• Cover the year canadians lost their minds and found their country 1967 expo 67

    A view of the Expo '67 grounds showing the pavilions of Ontario, Canada and the Western Provinces, as well as the basin and waterfalls of the Quebec pavilion and the Minirail. Inset: The cover of Tom Hawthorn's new book about the 1967, The Year Canadians Lost Their Minds and Found Their Country. (Photos: Wikimedia Commons, Douglas & McIntyre)

In 1967, the year Canada turned 100, Tom Hawthorn was seven years old, living in Montreal and, as he puts it, "obsessed with Expo '67 in the way that only a seven-year-old boy could be." His family could only afford to attend one day of the now-legendary exhibition, but that one day, and the buzz that permeated his hometown that Centennial year, left their mark. 

Fast forward 49 years and Hawthorn, by then a veteran newspaper reporter and author, saw a photo online of the Centennial Fire Hall in the hamlet of Sovereign, Saskatchewan, population 35. Now little more than a weather-beaten shack, it still proudly displays the Centennial logo of triangles arranged to form a maple leaf. 

"I started thinking: If Centennial was even celebrated in this little hamlet of less than 100 people, it must have happened everywhere," Hawthorn recalls. "I wanted to know, what was the legacy of this? How did it change Canada?" 

As it turns out, when the clock struck midnight on January 1, 1967, Canadians, an ordinarily reserved people who had spent much of the previous year expressing skepticism about their government's plans for the Centennial, suddenly found they had much to celebrate — and celebrate they did, sometimes in fantastically unhinged ways. Those celebrations are detailed in Hawthorn's new book, The Year Canadians Lost Their Minds and Found Their Country, released this month just in time for Canadians to recognize another national milestone. 

Here, Hawthorn shares some of the characters and stories he came across in his research, and his thoughts on what the Centennial year has meant to Canadians then and since.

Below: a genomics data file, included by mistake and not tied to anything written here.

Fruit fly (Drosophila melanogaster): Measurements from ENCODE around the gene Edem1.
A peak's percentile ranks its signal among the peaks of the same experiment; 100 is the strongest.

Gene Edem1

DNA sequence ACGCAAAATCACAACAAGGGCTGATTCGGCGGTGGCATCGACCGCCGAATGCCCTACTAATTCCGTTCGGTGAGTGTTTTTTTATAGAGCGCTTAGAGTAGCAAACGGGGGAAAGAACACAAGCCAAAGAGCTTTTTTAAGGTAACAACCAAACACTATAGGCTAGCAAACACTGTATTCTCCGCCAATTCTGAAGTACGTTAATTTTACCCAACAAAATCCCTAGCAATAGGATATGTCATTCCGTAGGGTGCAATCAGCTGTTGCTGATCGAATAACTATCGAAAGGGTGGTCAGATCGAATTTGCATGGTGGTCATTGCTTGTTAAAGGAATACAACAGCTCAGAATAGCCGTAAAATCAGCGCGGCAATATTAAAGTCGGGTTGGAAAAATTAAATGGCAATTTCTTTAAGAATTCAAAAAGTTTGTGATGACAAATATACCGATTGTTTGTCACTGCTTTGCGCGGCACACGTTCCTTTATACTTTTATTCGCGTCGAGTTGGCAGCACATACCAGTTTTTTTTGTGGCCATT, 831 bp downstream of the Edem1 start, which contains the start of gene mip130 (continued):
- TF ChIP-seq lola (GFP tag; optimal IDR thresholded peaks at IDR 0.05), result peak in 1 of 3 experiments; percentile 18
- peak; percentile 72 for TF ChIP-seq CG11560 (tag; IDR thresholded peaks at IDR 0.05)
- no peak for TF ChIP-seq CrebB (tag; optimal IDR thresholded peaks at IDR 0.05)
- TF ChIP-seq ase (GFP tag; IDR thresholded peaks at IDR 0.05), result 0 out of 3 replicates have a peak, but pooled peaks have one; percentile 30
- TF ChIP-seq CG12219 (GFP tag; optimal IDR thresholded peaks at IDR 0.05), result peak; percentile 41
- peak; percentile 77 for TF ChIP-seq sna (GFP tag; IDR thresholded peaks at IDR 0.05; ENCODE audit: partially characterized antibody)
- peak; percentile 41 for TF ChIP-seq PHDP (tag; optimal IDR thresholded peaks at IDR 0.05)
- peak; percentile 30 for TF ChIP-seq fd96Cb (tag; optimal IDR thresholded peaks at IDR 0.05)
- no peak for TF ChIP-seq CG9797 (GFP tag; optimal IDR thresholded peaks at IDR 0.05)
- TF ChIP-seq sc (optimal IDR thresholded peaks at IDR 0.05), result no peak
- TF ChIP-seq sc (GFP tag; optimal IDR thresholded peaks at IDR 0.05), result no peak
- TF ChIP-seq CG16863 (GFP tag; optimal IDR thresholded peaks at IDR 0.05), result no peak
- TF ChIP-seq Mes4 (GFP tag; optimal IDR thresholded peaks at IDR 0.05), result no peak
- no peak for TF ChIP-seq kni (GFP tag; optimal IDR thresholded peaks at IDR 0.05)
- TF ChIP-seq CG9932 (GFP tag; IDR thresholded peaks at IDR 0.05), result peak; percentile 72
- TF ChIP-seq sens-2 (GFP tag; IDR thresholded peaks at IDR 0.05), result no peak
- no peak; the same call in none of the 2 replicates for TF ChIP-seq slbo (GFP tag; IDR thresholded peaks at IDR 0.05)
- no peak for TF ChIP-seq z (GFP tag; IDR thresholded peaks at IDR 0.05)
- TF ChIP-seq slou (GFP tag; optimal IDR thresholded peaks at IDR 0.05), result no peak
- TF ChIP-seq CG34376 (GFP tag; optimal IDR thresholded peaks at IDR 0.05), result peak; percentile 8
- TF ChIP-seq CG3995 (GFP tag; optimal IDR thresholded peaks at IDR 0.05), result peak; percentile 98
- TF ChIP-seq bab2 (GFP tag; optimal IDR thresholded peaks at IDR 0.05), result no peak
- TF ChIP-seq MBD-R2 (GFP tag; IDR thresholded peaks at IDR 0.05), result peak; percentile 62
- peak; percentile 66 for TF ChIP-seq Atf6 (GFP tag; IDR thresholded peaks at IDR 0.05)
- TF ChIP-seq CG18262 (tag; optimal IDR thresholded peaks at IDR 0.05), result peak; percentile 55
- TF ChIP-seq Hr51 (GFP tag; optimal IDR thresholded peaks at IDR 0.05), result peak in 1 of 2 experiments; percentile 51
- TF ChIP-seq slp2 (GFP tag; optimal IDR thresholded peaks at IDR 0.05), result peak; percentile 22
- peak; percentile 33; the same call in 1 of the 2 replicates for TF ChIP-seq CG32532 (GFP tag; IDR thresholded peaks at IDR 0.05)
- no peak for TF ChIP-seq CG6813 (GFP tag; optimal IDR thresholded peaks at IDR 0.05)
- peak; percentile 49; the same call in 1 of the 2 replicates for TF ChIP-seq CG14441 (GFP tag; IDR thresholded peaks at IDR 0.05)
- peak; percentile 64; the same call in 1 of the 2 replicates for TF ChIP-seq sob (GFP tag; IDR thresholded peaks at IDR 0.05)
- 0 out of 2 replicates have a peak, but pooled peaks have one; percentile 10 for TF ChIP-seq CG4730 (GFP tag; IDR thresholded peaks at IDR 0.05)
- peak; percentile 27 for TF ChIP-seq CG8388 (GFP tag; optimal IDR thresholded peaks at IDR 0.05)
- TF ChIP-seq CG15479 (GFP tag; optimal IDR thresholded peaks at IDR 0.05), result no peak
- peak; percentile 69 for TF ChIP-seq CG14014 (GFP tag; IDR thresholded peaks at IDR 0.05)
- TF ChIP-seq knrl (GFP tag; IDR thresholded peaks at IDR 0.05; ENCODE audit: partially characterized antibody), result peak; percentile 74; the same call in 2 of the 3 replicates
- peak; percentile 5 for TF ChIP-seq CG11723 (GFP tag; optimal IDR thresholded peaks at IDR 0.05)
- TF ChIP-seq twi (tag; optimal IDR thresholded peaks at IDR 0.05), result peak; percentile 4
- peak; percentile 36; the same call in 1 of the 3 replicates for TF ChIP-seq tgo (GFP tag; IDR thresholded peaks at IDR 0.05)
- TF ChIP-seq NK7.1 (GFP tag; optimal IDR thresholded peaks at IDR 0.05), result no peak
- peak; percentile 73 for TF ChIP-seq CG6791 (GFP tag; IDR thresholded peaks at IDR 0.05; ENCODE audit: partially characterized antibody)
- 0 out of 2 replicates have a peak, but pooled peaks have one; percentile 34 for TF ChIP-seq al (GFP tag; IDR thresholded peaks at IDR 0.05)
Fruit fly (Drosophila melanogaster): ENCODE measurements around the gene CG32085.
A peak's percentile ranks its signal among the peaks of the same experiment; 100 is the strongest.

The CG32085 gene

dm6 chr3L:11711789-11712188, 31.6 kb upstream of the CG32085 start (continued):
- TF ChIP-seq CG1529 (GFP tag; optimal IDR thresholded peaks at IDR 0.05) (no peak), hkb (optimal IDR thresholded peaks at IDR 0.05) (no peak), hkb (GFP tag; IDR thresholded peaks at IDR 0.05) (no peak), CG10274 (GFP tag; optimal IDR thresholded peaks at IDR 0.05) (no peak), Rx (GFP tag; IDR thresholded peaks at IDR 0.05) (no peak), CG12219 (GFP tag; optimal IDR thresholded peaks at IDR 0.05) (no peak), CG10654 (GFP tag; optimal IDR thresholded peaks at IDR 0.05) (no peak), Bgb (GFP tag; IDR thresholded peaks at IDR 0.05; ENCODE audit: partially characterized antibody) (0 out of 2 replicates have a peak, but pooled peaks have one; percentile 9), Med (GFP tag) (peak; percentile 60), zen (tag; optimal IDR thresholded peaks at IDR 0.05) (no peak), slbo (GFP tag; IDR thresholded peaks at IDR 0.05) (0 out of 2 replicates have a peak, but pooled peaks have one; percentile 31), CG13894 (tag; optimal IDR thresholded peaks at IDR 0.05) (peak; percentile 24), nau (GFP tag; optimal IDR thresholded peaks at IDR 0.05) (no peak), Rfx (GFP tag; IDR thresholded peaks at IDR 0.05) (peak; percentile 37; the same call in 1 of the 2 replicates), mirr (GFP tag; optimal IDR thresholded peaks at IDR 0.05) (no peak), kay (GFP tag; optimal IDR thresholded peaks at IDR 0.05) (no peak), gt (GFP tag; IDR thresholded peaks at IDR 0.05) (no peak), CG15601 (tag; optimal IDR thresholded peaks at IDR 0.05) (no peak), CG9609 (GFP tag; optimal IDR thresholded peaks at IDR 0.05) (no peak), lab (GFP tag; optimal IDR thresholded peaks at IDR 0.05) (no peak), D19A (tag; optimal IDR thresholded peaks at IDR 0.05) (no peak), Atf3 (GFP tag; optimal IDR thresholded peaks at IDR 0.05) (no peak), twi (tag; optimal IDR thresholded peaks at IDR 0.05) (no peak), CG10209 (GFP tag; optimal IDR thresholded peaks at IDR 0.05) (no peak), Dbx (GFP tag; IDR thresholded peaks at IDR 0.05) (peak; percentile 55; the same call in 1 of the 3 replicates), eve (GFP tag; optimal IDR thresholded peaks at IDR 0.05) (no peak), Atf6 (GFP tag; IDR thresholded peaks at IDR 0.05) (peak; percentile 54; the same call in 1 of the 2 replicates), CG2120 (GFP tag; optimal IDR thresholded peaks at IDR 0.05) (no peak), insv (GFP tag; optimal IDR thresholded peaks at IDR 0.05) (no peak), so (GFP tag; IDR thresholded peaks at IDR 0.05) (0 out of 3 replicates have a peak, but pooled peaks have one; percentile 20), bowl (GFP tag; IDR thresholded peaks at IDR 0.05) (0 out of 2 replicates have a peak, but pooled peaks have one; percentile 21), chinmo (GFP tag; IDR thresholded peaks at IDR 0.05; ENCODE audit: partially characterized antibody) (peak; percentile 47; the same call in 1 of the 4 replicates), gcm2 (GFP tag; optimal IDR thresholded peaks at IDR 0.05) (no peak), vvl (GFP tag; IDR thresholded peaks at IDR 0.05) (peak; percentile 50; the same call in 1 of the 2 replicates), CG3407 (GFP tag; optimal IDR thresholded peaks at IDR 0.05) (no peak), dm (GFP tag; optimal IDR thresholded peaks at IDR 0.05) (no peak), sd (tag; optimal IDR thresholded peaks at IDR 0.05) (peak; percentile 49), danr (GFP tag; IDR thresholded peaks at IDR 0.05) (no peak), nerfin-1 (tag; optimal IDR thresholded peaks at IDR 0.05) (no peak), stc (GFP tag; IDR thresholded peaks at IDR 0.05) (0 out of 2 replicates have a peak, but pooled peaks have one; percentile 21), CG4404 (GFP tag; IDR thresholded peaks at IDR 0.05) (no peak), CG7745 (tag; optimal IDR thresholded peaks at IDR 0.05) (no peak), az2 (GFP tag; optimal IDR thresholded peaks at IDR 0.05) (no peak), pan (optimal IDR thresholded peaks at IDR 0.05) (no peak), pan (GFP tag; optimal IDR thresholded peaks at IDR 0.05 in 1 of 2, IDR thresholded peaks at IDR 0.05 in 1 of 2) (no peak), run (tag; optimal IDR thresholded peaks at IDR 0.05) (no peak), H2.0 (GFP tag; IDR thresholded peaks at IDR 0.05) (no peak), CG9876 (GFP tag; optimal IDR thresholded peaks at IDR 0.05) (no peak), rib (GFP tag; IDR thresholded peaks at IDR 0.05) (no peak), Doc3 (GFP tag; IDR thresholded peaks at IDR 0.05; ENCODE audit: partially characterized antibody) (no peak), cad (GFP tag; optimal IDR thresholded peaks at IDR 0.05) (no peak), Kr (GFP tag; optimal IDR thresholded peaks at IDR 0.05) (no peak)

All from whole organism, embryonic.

On Canadians' outlook on the Centennial in 1966 

What I found was that, leading up to 1967, people were kind of like, 'Who cares?' They thought Expo was going to be a disaster. The Mint unveiled new coins that year, designed by the great artist Alex Colville — easily one of the top five most beautiful coin issues in the world — and the first people they showed them to thought they were stupid. I think it was just our nature at the time. There was so little of Canada seen in the rest of the world, there was a sense that Canada didn’t matter and we weren’t important. 

On what changed on January 1, 1967 

On New Year's Eve, 1966, there was a lighting of the Centennial flame on Parliament Hill, and they scheduled it at 8:30 so the children could watch it on television. Then the very next day, they had two special shows, including a variety show where Gordon Lightfoot performed the 'Canadian Railroad Trilogy,' and I actually think it was that shared experience of those two evenings of television that sparked people up, and people started coming up with their own crazy, extraordinary Centennial projects.

On some of the stranger Centennial projects

One of my favourite characters is a fellow named Hank Gallant. In February 1967, he was a 24-year-old labourer from Prince Edward Island working on dam projects in British Columbia, and he really loves Canada, so he decided that he was going to walk across Canada on his own. He put this sign on his backpack with the name of his walk: "VICTORIA TO BONIVISTA." He misspelled Bonavista and I guess nobody had the heart to tell him. He arrived in St. John's on his 25th birthday — in November. I tracked him down in P.E.I. for the book and asked him, "What did you learn about Canada?" And he said, "I learned it's not a very small place, boy." 

On the celebrations everyone remembers

I think what people most remember about the Centennial specifically was the rolling museum called the Confederation Train. It was essentially a mobile museum on the railway, and it would stop in major cities for a week or two weeks. The horn on the train sounded the first four notes of 'O Canada.' Up in the far north, they actually had a Confederation barge that went up and down the Mackenzie River. I think it was just a brilliant idea to take the story of Canada to Canadians. 

On the lasting impact of the Centennial 

Up until then, Canada had lived in the shadow of Britain and the U.S. — and sometimes we still struggle with that — but I think Canadians realized at the end of '67 that we have something special and unique here. One of the genius marketing things at Expo '67 was the passport that you brought to get stamped at all the pavilions, and I can’t help but think that Canadians heading out into the world with maple leaves sewn on our backpacks are repeating that experience. There’s a perception now that Canada has more to share with the world.